Thelonious Monk Live

Discussion in 'Music Corner' started by Spotmaticfanatic, Jan 11, 2019.

  1. lschwart

    lschwart Senior Member

    Richmond, VA
    I've always had a thing for the live recording from Newport in 1963, especially the two tracks with Pee Wee Russell that originally appeared on the Miles and Monk at Newport album (side 2). The whole set from '63 was available for a while on the set called, Monk Live at Newport 1963 and 1965, but I don't know what its status is now.

    And I agree with the recommendations of the Carnegie Hall set with Coltrane and the It Club set.

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  2. chervokas

    chervokas Forum Resident

    My favorite Monk is the Blue Notes, especially as heard in the singles collection. I love the Prestige trio dates, all the 50s solo albums -- Thelonious Himself, Alone in SF and the Paris date. I love Monk's Music and Brillant Corners. I love the 5 Spot recordings with an on-fire Johnny Griffin. And I adore the studio quartet sides from '57 with Coltrane. The '60s stuff rarely gets any play from me.
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  3. chacha

    chacha Forum Resident In Memoriam

    mill valley CA USA
    Any vinyl you can recommend for this stuff or is it all CD? Thanks
  4. Spotmaticfanatic

    Spotmaticfanatic Lost my shape, trying to act casual. Thread Starter

    Ottawa, Canada
    The Blye Note stuff is available in a collection called the Genius Of Modern Music, Vol. 1 and 2, and there’s a nice Prestige 10” LP box set. Most of his catalogue seems to be available on vinyl.
  5. chervokas

    chervokas Forum Resident

    Though I have to say, listening to the Blue Notes in singles-release order via the most recent remaster on 'Round Midnight: The Complete Blue Note Singles, really changed my experience of the Blue Note material vs. the Genius of Modern Music releases or the complete, session order box sets that have been issued by Mosaic and Blue Note. I don't think there's ever been a vinyl release on the singles collection, but it's my preferred way to listen to the Blue Note material by far (of course, one could always try to collect the original 78s for the real, hardcore, original vinyl experience).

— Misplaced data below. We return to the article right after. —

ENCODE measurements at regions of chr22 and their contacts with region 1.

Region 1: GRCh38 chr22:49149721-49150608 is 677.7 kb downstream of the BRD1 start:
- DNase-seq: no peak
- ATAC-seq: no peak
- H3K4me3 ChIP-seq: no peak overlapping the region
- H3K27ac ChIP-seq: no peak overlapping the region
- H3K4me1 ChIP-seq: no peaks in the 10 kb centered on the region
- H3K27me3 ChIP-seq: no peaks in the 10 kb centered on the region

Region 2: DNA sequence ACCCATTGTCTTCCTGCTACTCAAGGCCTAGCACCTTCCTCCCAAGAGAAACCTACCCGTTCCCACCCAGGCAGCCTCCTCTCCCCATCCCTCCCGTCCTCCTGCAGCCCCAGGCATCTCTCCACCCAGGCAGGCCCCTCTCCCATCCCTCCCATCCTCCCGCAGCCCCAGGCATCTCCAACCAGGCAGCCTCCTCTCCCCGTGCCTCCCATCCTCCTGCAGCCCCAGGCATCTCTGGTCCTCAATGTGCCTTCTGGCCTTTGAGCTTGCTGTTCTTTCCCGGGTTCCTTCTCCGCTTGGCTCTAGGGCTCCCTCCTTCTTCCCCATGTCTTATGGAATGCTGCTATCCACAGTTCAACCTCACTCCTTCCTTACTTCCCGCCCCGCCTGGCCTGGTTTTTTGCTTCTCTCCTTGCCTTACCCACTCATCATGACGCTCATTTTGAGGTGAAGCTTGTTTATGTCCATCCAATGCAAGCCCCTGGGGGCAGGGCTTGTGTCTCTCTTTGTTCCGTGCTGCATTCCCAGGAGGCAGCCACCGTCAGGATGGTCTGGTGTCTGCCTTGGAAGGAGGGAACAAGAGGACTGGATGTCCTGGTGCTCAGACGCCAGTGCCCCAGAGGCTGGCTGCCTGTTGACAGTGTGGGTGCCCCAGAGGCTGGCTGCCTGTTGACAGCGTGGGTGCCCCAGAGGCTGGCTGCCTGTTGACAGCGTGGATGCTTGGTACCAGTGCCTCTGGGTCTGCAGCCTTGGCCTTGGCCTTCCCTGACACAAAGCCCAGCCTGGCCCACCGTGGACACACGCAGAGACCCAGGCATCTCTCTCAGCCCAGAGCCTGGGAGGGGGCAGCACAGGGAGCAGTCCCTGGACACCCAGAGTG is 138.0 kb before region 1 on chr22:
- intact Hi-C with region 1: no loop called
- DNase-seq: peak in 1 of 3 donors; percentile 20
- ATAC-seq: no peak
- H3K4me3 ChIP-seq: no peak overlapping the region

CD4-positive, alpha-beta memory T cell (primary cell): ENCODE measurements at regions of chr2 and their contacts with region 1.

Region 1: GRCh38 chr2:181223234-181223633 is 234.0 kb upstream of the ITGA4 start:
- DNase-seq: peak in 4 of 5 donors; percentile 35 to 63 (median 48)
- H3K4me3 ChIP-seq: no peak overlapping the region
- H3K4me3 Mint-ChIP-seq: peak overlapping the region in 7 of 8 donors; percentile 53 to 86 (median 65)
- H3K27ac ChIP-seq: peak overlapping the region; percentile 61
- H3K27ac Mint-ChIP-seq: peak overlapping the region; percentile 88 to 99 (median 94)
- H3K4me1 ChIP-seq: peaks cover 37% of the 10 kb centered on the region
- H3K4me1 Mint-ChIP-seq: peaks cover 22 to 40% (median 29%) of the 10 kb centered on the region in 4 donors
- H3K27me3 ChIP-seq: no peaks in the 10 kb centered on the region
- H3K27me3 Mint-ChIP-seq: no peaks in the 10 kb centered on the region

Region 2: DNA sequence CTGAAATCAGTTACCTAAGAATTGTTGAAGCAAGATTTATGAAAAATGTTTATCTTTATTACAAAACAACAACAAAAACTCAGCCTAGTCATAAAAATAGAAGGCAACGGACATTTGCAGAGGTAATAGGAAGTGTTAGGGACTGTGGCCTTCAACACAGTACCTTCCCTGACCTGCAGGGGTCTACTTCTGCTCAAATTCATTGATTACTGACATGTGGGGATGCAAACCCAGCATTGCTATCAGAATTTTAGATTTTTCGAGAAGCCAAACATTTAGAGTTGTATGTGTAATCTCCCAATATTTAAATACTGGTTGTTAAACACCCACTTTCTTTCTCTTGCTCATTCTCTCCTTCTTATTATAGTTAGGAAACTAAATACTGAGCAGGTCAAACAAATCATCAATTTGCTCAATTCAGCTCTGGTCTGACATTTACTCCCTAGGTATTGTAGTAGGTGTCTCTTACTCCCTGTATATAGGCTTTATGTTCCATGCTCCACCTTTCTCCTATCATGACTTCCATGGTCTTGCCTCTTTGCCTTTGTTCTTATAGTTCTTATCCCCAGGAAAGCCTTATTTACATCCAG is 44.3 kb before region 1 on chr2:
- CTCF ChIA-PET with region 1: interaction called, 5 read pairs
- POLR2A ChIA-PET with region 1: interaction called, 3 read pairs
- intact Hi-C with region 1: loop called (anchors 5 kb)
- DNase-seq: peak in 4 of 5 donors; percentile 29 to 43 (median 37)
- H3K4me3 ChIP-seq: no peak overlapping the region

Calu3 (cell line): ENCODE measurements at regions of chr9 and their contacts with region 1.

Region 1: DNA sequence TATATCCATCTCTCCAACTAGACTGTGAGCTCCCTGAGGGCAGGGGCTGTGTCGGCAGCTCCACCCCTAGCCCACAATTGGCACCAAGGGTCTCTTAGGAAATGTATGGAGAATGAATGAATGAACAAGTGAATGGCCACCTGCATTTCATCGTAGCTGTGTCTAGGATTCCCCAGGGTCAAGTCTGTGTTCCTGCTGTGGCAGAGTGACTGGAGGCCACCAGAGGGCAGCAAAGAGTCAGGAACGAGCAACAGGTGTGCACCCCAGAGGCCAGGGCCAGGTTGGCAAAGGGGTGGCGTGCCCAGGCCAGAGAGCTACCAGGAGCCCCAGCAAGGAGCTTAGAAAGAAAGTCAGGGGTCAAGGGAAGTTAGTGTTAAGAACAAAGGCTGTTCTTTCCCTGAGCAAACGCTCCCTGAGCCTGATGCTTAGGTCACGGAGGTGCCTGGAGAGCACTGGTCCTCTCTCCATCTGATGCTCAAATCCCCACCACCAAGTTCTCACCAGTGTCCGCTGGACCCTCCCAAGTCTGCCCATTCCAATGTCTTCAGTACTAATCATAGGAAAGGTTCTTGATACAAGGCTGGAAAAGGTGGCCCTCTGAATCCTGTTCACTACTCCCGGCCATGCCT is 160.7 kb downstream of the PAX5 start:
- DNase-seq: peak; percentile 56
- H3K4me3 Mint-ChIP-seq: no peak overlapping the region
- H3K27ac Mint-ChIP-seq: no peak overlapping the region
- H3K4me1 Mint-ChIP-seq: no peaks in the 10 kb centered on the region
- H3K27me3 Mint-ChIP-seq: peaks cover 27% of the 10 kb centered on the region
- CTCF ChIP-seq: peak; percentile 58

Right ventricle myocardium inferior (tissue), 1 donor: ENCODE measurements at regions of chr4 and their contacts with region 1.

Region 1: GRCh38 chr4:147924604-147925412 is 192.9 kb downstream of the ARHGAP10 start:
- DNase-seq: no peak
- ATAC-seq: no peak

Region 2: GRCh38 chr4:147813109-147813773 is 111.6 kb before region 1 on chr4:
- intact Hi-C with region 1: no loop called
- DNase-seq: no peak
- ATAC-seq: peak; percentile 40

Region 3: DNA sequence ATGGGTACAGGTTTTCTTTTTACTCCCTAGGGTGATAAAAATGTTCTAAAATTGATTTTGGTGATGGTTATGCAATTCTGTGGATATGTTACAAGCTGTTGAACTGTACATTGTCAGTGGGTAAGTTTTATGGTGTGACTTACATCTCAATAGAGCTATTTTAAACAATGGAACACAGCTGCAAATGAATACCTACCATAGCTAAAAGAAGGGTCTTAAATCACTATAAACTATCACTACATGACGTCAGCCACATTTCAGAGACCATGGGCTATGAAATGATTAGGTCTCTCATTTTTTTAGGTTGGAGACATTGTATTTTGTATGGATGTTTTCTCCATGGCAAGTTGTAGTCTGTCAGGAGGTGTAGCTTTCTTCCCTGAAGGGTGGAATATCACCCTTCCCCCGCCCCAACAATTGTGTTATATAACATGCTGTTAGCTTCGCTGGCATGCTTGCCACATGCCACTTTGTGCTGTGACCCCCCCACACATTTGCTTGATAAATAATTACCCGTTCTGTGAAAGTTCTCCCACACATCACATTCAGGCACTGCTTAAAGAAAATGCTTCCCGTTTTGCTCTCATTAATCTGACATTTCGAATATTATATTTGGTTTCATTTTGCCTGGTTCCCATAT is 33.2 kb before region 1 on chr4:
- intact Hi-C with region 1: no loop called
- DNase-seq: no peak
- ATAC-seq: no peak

I grew up with the old OJC vinyl pressings of the Prestige and Riverside stuff -- Monk's Music and Brilliant Corners and Trio and Himself and Alone in SF, etc., and they're great on vinyl. A lot of this stuff has been reissued on all kinds of specialty audiophile vinyl over the years (and Alone in SF is kind of a small audiophile classic). But of course all this stuff was originally released on vinyl and has been reissued a lot over the years on vinyl, so there are lots of options. I've never replaced any of the old OJCs I've had for decades with other vinyl copies, so I have any insight into the caliber of what's currently available. I love the fact that there are boxes like the Presitge box that put out the original 10" configurations though with the original art, vs. the 12" compendiums I grew up with. In a lot of cases, Prestige in particular, mixed and matched sessions for the 12" era that didn't always make sense (not so much with Monk, but definitely with Miles). I like the idea that you can go back now and listen to the original 10" lineups (I do that with streaming sometimes since I'm not going to buy new copies of music on 10" LP I already own on 12" LP).
    Last edited: Jan 12, 2019
  6. DTK